As a ‘card carrying tree hugger’ the last thing I thought I would be doing this spring would be discouraging someone who wanted to plant a tree. But that’s exactly what happened when a friend asked for my advice on which species of tree would be best to replace an elderly silver maple she had lost during a windstorm last fall. It was when she mentioned a preference for installing a willow in her small city garden that I decided a little common sense might be in order.

Violet Avenue tree crash, 1979
Many trees may seem like a good idea, until they grow to full maturity. This tree crashed onto a house on Violet Avenue in the 1980s; the home eventually had to be demolished due to the damage.
PHOTO: Steven Chadwick

In an urban environment with postage stamp lots and tiny spaces homeowners should use a certain amount of caution when planting trees, and it is always advisable to do some research about their eventual size and growth characteristics—both above and below ground—before committing to a particular species. Placing a sapling next to a building foundation or under utility lines may seem harmless at first but it may prove to be expensive proposition when it grows to fifty feet or its roots decide to go for a swim in the neighbour’s pool.

So, at the risk of forfeiting my tree hugging status, here are a few familiar species that are just not suitable for planting in small city gardens.

Salix babylonica (Willow)

Willows may not be friends to the urban environment but they do have benefits. Hippocrates described the medicinal uses of willow back in the 5th century B.C and chemist Felix Hoffman successfully pitched a long forgotten bark extract called salicylic acid to his bosses at Bayer which eventually evolved into that useful little pill called Aspirin.

However, plant a willow in the yard and you might have to buy a lifetime supply of the pills to relieve all the headaches these giants will give you because they are notorious for dropping telephone pole-sized lumber in even the slightest breeze. They are also thirsty water-loving plants that have a network of aggressive roots that will travel great distances to sniff out even the slightest bit of moisture. So unless you have a pastoral Downton Abbey type of landscape where its roots can roam and there is no danger of a log falling through the roof of the Rolls, I wouldn’t recommend installing one of these in the garden.

And if tunnelling roots and falling branches are not enough to discourage you from planting a willow, they also come with a suitcase full of folklore and superstitions—most of which are bad.

One particularly ominous old English warning predicts that if the head of a household plants a willow on their property they will meet an untimely end soon after, and the tree will weep for them for the rest of eternity—or at least as long as it is still standing. With that in mind, and if you still want to put one in the yard, it might be a good idea to add to the life insurance policy or hire an unfriendly landscaper to dig the planting hole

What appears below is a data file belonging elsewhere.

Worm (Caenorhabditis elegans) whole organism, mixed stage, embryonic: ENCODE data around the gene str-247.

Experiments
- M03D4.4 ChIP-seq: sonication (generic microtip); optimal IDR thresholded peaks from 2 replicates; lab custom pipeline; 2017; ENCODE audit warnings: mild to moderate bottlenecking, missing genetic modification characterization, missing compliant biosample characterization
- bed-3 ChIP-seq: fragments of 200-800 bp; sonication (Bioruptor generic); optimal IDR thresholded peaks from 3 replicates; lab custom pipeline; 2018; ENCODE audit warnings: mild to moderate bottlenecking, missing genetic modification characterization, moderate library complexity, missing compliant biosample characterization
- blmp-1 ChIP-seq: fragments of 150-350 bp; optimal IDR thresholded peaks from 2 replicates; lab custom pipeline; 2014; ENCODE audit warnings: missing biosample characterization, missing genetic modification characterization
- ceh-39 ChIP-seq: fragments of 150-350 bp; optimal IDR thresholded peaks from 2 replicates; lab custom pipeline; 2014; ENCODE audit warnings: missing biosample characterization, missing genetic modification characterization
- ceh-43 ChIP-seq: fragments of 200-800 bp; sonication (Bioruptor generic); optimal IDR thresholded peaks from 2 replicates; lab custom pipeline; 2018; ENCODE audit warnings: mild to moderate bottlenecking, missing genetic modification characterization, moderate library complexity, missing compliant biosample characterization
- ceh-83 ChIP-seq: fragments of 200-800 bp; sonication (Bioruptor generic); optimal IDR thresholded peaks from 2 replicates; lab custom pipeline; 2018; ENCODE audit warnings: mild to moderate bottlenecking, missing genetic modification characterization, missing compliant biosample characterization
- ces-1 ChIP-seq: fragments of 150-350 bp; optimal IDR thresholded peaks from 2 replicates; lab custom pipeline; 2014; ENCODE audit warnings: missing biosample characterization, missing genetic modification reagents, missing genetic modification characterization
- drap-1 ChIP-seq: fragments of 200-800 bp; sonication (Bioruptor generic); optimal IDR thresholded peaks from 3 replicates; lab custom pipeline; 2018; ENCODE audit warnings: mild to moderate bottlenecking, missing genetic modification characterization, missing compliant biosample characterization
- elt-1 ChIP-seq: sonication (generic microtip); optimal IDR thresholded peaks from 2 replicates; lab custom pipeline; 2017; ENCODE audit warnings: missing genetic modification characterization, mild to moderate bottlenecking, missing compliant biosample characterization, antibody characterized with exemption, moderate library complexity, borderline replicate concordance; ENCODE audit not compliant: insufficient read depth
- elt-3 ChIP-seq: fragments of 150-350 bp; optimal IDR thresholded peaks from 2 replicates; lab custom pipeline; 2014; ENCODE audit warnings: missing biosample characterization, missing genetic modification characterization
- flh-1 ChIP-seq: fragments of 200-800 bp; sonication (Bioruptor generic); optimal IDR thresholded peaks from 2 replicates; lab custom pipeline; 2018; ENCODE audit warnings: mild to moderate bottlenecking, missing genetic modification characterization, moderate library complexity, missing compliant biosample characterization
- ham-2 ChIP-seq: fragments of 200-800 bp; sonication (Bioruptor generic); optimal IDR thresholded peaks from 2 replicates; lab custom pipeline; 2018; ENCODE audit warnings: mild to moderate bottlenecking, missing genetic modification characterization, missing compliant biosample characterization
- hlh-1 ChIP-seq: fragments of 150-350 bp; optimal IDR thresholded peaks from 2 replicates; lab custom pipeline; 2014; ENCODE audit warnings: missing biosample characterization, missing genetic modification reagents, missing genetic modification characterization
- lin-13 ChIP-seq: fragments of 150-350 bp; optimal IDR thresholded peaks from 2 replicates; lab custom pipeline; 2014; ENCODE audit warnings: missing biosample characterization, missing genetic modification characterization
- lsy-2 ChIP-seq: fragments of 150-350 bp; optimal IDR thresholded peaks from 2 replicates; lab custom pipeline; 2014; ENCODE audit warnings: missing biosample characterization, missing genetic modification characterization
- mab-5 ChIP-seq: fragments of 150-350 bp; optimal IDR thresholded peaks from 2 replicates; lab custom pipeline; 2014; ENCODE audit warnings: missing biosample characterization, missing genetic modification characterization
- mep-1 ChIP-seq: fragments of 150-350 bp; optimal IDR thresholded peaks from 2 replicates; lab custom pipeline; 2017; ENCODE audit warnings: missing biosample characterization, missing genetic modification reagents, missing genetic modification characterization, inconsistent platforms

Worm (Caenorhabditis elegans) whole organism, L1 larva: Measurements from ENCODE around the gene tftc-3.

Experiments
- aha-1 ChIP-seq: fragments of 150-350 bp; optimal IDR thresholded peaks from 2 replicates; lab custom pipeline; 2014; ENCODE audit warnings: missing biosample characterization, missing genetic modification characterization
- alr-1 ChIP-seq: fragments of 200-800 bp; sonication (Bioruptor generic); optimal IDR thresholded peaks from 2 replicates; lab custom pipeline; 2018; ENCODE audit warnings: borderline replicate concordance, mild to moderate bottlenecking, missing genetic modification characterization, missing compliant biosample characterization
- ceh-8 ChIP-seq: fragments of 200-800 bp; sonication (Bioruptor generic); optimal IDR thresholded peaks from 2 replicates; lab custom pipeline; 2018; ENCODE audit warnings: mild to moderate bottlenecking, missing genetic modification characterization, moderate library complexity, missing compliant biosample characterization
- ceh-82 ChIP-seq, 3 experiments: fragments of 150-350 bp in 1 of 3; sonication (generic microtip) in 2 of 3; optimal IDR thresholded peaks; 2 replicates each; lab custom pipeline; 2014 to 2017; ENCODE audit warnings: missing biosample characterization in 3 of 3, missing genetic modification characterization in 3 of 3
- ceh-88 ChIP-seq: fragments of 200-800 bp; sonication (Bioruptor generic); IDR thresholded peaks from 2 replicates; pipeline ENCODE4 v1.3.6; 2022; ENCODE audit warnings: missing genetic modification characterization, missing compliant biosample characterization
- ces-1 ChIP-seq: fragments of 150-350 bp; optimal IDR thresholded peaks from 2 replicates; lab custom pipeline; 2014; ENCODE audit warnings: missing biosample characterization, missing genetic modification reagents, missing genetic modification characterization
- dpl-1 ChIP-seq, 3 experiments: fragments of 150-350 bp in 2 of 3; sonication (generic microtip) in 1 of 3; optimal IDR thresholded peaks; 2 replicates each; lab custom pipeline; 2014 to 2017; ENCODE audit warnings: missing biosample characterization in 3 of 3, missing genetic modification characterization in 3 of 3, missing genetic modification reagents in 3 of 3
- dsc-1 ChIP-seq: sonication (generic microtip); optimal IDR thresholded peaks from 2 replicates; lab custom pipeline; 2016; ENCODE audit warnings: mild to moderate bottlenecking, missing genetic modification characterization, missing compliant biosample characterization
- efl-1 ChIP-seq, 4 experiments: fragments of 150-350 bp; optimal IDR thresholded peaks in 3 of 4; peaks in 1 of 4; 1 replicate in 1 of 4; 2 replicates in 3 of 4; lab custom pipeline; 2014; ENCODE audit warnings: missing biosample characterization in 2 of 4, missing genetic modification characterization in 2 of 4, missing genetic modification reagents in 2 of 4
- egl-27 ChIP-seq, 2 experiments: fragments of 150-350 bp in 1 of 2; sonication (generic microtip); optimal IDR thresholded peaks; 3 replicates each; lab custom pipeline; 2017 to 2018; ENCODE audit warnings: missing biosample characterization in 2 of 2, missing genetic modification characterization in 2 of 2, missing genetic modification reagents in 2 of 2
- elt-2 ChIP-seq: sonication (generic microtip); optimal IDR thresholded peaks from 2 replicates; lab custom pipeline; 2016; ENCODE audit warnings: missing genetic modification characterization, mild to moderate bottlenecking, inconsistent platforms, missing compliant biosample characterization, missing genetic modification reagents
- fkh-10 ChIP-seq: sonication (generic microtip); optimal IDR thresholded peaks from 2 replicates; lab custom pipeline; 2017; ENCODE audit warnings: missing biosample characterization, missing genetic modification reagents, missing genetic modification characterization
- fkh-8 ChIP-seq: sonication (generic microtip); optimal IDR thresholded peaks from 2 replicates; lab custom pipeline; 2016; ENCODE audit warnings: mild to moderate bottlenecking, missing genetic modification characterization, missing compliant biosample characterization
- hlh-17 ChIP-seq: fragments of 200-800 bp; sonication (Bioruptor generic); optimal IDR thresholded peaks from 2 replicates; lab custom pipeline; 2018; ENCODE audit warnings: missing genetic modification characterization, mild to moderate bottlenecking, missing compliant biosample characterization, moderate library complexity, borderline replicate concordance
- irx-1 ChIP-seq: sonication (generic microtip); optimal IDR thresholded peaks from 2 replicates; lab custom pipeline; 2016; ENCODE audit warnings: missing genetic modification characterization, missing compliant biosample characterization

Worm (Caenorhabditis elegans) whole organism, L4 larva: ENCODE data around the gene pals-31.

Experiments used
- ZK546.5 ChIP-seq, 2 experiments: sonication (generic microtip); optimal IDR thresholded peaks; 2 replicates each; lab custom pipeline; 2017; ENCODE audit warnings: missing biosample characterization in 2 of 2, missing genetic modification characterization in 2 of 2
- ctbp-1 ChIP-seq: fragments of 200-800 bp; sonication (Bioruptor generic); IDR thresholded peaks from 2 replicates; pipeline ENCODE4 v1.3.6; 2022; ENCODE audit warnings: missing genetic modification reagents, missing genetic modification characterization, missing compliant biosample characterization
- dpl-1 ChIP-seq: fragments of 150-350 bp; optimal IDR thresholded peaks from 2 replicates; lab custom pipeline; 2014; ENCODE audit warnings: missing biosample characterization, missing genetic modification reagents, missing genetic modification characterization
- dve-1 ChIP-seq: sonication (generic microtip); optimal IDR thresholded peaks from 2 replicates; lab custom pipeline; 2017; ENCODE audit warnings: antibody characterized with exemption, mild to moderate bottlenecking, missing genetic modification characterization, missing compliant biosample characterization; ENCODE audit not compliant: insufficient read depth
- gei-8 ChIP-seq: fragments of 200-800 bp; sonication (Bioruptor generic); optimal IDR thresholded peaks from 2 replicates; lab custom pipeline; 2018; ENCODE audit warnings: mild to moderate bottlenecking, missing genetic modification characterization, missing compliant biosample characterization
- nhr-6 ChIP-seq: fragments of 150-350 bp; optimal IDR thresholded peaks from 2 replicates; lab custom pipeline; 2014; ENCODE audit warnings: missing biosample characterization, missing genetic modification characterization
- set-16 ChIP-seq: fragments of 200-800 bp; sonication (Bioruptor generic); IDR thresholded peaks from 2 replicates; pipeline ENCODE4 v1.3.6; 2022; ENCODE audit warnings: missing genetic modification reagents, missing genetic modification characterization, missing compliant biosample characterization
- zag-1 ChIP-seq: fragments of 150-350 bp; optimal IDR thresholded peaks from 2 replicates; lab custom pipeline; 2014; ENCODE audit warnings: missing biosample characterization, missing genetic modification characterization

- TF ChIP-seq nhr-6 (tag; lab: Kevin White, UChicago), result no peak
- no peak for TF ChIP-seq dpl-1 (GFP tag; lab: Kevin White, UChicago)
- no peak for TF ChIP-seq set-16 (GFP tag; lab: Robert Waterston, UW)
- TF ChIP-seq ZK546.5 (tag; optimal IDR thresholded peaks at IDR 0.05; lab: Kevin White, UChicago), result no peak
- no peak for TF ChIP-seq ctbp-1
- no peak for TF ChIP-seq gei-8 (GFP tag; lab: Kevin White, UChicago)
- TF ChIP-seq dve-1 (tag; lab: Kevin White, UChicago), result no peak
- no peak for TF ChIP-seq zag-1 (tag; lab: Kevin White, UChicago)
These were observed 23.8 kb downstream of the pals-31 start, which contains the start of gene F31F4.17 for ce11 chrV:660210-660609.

Acer saccharinum (Silver Maple)

They are attractive, extremely fast growing and relatively well-behaved as juveniles, which is probably why our city-grandfathers planted them in great abundance as street trees throughout the last century. They are also Canada’s most patriotic tree with one elderly specimen still standing in Leslieville (south of Queen on Laing street) that holds the distinction of being the inspiration for Alexander Muir’s venerable 1867 anthem “The Maple Leaf Forever” Unfortunately, silver maples have been getting some bad press lately because the shallow spreading roots of older trees have been wreaking havoc on drainage pipes, sidewalks and city sewage systems making them a Mr. Roto-Rooter’s dream. Like willows, these moisture lovers also have extremely brittle wood and their multiple stemmed growth habit makes them vulnerable to wind and ice damage, a trait that has earned them the nickname of ‘car crushers’ among arborists who are often called upon to remove the debris from older trees that have dropped in the street or roof of a house.

Juglans nigra (Black Walnut)

Its wood is wildly expensive and highly prized by woodworkers who use it to make everything from furniture, musical instruments, coffins and Lexus steering wheels, which may explain why there have been reports of ‘walnut rustling’ the U.S lately involving chainsaw-wielding thieves sneaking into remote forested areas under the cover of darkness to haul away the tree’s valuable lumber.

While marauding gangs of thieving lumberjacks may not be bold enough to steal trees out of your city backyard, you might soon wonder where your flower garden has gone after you plant a walnut because they are a species that like their privacy and don’t appreciate vegetation competing for water and nutrients. To encourage nearby plants to just pack their bags and disappear, the roots of black walnuts excrete a toxic compound called juglane into the soil which severely stunts the growth of anything that dares to grow within its drip line. Mature walnut trees also produce a prolific number of hard baseball-sized drupes that can dent cars, stain decks and from personal experience, cause a nasty bruise when squirrels start throwing them from great heights in mid-October.

For information on trees suitable for planting in an urban environment and how to get a free tree from the city visit www.toronto.ca/trees/tree_planting.htm. The LEAF organization (www.yourleaf.org) is another resource that has an excellent subsidized tree and shrub planting program in Toronto and the GTA and also offers tree planting advice and site planning.

 

Steven Chadwick is a professional gardener and horticulturist, and a longtime Beach resident.


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